Gymnast Gabby Douglas on Aug. 4, 2017 (Emma McIntyre/Getty Images for Post-it Brand)

On Friday morning, gymnast Aly Raisman shared a message about victim-blaming, on the heels of her coming forward and stating that she was sexually abused by a former USA Gymnastics team doctor.

The gold-medal-winning gymnast reminded people that it doesn’t matter what women wear when it comes to sexual abuse and that the finger-pointing directed toward women is “victim-shaming.”

But fellow gymnast Gabby Douglas thought otherwise. Douglas responded to Raisman’s tweet and said that women should learn to dress modestly. And it didn’t take long for another gymnast, Simone Biles, and social media to put her on blast.

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Dressing modestly doesn’t stop someone from being raped or assaulted. And the fact that Raisman was assaulted by the same team doctor who probably treated Douglas had many people wondering how she could possibly turn into a victim-blamer.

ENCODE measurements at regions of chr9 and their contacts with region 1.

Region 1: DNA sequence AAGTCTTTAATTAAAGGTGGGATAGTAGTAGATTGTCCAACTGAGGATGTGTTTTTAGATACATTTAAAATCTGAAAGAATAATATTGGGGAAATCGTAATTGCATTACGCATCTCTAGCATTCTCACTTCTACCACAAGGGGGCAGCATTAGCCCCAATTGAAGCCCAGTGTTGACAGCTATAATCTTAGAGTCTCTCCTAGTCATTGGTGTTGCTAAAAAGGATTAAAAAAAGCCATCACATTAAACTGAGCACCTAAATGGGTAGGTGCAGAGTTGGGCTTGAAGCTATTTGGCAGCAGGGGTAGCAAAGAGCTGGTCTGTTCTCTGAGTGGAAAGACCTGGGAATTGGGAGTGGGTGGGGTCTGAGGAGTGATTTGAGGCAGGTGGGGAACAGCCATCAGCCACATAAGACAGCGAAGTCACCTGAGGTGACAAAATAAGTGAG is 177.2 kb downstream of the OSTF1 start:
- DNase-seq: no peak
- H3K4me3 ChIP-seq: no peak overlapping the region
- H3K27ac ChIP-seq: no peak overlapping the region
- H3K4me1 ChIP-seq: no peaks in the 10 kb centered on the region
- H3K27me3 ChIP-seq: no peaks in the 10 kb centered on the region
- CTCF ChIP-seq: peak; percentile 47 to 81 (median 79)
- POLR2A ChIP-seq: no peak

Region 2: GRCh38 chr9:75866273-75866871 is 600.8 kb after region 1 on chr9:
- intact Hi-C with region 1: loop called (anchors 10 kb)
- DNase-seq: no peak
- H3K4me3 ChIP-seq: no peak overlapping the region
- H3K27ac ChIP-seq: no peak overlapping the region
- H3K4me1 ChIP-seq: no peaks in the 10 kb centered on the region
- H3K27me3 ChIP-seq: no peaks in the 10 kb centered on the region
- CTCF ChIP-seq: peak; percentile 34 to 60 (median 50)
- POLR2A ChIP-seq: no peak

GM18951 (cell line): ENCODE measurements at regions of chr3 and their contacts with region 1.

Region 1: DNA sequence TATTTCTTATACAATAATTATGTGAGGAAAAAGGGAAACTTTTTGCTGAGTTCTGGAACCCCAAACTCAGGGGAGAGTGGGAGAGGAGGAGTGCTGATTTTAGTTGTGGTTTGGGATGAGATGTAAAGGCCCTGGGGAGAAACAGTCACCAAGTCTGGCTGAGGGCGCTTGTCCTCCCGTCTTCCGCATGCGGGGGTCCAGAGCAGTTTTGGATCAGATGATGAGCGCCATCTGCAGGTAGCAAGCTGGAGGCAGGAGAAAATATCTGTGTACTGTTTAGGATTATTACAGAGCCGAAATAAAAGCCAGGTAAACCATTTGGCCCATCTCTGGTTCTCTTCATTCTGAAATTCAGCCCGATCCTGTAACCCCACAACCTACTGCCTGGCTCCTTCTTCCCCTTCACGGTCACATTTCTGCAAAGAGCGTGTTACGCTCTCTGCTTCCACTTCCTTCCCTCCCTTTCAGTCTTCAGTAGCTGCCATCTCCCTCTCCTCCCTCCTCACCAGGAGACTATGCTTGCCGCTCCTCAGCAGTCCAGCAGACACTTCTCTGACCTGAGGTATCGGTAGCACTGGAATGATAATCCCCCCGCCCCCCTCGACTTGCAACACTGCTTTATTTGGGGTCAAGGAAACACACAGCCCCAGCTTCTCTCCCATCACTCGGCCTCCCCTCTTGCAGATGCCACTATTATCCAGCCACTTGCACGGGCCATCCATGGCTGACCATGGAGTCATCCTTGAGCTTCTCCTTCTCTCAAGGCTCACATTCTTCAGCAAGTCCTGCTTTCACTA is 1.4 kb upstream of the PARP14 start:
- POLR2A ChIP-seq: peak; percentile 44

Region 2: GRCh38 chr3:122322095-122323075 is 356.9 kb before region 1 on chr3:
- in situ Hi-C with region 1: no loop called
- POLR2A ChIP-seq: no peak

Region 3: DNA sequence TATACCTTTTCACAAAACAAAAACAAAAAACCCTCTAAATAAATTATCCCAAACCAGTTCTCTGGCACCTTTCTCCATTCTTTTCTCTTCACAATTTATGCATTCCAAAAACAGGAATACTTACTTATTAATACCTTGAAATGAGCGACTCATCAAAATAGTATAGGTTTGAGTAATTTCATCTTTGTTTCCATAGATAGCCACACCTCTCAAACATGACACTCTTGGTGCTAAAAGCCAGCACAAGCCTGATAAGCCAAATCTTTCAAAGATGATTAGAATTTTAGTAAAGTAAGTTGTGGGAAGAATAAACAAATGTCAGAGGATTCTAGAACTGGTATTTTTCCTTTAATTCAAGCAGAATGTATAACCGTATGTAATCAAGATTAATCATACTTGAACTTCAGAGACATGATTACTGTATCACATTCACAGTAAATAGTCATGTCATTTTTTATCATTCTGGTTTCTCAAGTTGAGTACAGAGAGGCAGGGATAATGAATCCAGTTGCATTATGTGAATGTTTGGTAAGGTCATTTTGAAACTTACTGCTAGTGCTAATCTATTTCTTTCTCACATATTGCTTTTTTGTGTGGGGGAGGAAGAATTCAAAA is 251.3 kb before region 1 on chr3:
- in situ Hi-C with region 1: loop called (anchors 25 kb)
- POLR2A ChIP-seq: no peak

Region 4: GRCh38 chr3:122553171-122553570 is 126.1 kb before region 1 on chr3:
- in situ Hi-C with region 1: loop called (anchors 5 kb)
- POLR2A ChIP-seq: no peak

There were those on social media who wanted to “cancel” Douglas:

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There were also those who said her age, and the fact that she grew up in a strict religious household, should be taken into consideration. And as someone on Twitter stated, Not everyone is born “reading bell hooks”:

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After dealing with the backlash, Douglas issued an “apology” and said she misspoke:

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The damage may have already been done. Sometimes it’s probably best if people just keep their opinions to themselves. As the saying goes, “Better to remain silent and be thought a fool than to speak out and remove all doubt.”

There’s also this saying: “Clothes don’t sexually assault people; trash-ass people sexually assault people.”